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Sharing the wealth of the bookshelf

July 1st, 2004 · No Comments

Enjoying what others read is one of the vicarious pleasures of blogging. Jay McCarthy is particularly good at and generous with sharing his bookshelf. He writes thorough reviews, hence the nickname from our family of a Jay special. The other day he posted a review of The Wealth and Poverty of Nations by David S. Landes. Here are a few points from his summary that intrigued me.

  • contrast of European and Chinese cultures
  • cute little note about spices
  • Japanese Spanish Inquisition
  • “the best clue to a nation’s growth and development potential is the status and role of women”

    I liked this quote “Business, like love, laughs at locksmiths.”

  • Jay and I, I imagine, do not share many books in common from our reading piles. For example, I doubt that he is reading Reading Seattle (although Michael Hanscom is, I noticed today, on a trip to his blog), Educating the Wholehearted Child or York’s Adventures with Lewis and Clark . And I’m certainly not reading chapters of his textbooks, which are now listed in his blog as his current reading…. But through blogging we can share each other’s bookshelves, or at least get a glimpse, a preview or a taste, a little more information to know whether that tome is worth the time, to know whether the book belongs back on the library shelf or in the beach bag.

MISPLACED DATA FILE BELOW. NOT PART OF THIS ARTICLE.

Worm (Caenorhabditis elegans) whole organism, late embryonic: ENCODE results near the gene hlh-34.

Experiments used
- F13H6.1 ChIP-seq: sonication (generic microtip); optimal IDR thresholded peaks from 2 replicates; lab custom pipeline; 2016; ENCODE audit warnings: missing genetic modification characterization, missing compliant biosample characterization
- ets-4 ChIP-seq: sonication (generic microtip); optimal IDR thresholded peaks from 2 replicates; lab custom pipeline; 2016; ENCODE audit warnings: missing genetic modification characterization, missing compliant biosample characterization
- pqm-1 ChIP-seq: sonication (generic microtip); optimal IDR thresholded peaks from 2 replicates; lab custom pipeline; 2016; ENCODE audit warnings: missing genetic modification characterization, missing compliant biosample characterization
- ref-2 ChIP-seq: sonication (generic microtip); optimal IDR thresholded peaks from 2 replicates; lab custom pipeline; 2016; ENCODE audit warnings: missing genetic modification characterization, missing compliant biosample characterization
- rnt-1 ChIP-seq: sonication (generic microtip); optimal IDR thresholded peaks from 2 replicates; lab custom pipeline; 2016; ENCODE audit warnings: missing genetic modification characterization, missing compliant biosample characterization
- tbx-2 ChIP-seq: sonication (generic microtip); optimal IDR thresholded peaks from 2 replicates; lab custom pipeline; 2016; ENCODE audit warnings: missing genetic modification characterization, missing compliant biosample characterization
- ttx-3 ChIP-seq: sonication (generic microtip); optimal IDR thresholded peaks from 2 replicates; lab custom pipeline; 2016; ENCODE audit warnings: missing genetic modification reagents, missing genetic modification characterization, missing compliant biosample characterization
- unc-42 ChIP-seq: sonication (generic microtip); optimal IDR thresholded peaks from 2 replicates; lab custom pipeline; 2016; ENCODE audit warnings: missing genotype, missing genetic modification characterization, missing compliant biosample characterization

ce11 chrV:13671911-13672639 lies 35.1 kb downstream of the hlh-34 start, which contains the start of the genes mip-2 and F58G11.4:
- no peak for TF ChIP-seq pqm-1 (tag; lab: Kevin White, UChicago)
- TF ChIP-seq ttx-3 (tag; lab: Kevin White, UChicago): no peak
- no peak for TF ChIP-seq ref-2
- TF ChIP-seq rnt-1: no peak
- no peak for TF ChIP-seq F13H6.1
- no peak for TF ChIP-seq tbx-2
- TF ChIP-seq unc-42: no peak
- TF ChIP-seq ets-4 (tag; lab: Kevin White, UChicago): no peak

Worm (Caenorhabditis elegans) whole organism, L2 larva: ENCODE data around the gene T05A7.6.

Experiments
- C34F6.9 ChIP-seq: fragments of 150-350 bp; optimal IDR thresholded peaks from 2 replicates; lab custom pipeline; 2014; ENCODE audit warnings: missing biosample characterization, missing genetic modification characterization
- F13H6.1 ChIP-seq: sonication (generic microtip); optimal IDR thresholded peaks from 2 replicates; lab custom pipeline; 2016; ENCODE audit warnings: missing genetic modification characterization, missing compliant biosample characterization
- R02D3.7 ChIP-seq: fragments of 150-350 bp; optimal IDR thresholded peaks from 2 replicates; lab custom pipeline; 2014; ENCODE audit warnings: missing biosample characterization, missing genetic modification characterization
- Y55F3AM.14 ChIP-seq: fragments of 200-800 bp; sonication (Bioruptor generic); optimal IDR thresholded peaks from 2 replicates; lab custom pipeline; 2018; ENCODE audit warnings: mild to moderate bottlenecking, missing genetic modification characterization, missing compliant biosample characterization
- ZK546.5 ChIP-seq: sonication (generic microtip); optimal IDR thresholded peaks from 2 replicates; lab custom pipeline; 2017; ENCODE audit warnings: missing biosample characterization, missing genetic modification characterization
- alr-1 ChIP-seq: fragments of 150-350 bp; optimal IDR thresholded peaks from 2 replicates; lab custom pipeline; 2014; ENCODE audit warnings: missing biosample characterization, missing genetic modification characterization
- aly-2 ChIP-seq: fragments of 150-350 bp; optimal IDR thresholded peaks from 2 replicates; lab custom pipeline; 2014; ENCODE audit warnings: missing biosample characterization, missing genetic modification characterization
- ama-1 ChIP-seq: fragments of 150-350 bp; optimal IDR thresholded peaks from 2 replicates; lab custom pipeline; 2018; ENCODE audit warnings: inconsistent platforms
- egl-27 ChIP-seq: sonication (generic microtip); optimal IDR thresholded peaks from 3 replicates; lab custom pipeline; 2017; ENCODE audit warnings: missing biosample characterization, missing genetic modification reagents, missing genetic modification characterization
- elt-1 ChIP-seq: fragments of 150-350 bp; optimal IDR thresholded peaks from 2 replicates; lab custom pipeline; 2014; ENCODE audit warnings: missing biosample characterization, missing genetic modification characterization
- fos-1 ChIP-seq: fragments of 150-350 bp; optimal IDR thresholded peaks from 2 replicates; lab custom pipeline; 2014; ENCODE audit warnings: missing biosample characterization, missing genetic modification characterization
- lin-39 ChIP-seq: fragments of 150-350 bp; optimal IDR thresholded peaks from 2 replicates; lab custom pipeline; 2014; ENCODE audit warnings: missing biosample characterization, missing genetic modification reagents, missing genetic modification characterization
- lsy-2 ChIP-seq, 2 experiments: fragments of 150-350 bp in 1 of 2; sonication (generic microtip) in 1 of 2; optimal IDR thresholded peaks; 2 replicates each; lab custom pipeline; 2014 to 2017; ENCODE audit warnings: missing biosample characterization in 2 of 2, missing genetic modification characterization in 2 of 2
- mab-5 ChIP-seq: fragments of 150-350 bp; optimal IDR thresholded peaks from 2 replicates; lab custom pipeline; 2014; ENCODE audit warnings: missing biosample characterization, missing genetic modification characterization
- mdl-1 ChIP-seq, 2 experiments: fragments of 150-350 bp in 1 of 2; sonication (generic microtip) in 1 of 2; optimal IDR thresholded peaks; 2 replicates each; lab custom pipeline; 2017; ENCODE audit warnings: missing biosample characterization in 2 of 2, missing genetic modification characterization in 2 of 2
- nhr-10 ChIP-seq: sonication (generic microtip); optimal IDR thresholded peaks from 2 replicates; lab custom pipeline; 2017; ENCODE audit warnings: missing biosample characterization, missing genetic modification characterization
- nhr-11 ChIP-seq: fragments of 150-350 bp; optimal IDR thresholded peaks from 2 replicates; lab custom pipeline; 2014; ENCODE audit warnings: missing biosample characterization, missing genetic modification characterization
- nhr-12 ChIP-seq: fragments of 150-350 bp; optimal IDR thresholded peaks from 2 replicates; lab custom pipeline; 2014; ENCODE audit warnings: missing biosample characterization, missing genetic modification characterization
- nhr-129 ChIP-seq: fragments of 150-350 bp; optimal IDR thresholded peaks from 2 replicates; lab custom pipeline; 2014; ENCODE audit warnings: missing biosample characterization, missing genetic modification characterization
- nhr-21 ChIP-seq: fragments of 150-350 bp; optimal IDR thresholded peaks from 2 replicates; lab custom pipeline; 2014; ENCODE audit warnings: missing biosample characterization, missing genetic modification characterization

While Ted and I are enjoying the decentralization trend in our own lives, I have imagined that it could be fun to have a virtual bookshelf, filled with various reviews written by bloggers. It’d would be fun to see what others are saying. Organizing such a site could though become problematic. Perhaps using Feedster or another search engine would work just as well. But it could be fun to have a book club, perhaps, or a book exchange via blogs. Or agree to split up a list of books and review them. These are probably already happening. I remember Enoch and his friends this spring were taking turns reviewing a book chapter by chapter.

    Earlier this year David Weinberger wrote that Reading to a kid flips reading – our paradigm of what you do when alone – into a social act. Through blogging books, those acts done in isolation become joined together, bits of connections, created community we share. Thanks to Jay, Enoch, and all who share generously from their bookshelves…

    Tags: books